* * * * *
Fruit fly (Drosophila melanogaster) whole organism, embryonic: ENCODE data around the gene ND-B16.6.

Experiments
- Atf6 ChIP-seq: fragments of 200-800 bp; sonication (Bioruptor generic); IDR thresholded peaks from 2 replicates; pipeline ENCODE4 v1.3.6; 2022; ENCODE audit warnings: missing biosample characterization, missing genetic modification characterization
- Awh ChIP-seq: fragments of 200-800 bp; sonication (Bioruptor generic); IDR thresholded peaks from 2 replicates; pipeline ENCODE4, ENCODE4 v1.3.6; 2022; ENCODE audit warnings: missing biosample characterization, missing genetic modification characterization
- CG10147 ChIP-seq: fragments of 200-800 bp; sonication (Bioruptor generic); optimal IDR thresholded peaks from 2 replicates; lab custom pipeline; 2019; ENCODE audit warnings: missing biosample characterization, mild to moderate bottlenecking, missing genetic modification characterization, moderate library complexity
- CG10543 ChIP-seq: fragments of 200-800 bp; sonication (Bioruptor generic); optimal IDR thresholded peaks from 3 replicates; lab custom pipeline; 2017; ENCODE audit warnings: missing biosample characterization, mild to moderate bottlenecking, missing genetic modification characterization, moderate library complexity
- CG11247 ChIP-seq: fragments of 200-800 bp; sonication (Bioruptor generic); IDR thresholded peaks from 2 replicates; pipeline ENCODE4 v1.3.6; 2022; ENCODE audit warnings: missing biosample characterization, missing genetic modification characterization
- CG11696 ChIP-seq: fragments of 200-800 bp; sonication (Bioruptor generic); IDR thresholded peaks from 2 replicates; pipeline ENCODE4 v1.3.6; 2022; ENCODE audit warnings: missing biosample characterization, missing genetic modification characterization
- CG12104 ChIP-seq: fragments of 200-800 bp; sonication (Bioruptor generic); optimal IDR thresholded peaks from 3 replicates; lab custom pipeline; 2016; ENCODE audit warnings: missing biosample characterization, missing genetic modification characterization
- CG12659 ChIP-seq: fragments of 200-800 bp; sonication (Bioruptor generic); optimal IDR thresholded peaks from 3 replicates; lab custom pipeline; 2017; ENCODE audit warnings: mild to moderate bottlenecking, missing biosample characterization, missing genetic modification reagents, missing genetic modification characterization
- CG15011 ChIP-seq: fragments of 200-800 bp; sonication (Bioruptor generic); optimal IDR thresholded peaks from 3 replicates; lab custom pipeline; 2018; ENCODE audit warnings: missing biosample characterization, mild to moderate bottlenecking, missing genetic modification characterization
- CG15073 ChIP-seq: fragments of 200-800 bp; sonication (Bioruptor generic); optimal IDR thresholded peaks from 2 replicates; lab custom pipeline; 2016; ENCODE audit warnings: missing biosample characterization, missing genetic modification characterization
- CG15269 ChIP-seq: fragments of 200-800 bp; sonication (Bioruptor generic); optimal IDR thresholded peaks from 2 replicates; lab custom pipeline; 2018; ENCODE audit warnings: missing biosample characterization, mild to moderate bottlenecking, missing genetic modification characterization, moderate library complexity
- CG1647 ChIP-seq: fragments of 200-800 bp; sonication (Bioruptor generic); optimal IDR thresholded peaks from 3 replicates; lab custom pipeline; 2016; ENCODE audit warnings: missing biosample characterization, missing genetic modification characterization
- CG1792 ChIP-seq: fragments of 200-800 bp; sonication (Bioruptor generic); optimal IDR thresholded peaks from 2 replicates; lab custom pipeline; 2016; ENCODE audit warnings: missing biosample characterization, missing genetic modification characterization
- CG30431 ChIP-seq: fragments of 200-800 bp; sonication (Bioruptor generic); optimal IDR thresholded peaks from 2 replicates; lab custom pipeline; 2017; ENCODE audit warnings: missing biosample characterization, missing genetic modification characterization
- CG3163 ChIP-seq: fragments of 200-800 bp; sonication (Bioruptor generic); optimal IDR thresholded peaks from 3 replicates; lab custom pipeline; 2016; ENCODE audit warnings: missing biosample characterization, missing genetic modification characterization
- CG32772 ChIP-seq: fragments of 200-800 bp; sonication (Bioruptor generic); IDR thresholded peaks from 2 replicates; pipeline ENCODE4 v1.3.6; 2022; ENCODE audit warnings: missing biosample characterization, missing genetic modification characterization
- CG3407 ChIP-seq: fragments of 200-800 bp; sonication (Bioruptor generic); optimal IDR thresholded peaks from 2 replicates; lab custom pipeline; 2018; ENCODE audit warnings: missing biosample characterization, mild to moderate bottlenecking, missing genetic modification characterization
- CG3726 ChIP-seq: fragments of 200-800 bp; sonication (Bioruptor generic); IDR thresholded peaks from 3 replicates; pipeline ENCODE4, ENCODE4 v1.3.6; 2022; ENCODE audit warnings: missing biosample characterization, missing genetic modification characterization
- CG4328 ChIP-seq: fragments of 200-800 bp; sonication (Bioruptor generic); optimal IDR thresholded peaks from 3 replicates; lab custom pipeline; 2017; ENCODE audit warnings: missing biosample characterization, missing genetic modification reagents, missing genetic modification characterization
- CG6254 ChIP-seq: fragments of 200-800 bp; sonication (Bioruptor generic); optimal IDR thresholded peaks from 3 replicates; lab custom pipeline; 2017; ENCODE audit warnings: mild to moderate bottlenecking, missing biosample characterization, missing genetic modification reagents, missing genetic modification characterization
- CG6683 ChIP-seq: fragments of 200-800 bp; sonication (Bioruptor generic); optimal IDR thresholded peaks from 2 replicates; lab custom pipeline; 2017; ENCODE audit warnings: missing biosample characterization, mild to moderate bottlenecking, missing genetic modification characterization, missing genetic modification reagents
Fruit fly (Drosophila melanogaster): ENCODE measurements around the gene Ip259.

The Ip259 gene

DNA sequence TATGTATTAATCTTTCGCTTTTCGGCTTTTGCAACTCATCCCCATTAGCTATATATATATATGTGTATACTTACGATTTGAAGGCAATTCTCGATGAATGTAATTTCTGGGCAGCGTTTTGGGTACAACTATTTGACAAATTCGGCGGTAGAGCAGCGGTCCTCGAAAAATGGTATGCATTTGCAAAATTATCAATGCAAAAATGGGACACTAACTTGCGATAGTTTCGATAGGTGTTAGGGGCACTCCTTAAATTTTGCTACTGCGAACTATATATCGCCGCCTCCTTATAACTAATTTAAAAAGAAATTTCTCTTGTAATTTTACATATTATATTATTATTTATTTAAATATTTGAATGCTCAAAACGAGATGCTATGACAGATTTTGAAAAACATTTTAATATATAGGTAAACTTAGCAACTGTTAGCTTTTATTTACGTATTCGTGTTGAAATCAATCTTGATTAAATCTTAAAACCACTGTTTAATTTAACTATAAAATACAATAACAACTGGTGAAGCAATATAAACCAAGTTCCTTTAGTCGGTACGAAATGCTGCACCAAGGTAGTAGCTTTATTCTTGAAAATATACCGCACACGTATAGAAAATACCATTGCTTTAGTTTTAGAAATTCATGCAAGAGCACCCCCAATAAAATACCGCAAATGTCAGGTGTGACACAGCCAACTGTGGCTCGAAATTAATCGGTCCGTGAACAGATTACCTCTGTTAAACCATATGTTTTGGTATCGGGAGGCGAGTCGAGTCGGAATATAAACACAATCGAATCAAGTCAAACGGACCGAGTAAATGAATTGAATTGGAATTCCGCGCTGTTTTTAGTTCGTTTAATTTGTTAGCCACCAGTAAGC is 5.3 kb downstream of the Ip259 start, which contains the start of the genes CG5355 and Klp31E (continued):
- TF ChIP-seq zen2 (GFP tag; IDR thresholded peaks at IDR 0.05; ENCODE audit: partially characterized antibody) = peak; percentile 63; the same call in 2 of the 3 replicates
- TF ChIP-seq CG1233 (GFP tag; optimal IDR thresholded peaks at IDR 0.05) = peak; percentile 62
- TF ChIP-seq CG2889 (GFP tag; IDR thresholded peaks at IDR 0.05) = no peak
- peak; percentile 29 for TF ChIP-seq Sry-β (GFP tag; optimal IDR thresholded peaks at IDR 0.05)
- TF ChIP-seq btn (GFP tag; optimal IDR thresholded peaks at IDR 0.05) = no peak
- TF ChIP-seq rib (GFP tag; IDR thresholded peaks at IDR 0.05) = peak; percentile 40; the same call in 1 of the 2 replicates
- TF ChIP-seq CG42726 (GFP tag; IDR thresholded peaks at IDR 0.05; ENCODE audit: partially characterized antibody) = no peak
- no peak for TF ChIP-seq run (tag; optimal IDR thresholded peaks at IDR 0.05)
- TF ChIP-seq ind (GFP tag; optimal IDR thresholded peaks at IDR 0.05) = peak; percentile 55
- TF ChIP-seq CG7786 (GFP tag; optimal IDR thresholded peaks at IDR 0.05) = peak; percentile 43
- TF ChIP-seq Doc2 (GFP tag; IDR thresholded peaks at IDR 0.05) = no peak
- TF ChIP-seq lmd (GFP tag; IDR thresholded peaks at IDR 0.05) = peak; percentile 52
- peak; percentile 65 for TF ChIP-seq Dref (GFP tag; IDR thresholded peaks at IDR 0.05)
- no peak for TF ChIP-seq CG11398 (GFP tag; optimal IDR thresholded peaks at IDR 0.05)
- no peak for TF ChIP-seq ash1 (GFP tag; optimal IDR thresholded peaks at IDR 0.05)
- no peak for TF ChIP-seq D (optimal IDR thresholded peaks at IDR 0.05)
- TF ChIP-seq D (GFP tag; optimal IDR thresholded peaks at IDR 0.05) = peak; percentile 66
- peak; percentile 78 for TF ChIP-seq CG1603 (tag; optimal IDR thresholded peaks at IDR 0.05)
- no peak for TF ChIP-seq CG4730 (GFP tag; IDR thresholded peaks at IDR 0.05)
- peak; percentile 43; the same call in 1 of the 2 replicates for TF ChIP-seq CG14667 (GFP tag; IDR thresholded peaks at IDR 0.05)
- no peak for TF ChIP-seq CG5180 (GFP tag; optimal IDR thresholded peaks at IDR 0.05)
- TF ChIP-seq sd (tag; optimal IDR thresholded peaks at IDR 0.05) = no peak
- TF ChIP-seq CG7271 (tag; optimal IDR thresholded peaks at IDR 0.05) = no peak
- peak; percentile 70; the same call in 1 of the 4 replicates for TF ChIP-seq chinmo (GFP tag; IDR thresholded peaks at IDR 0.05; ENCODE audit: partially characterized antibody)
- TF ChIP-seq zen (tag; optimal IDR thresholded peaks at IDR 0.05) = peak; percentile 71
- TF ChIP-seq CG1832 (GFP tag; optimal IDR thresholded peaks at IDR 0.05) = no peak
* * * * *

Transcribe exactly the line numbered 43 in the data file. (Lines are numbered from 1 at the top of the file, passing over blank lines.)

- TF ChIP-seq D (GFP tag; optimal IDR thresholded peaks at IDR 0.05) = peak; percentile 66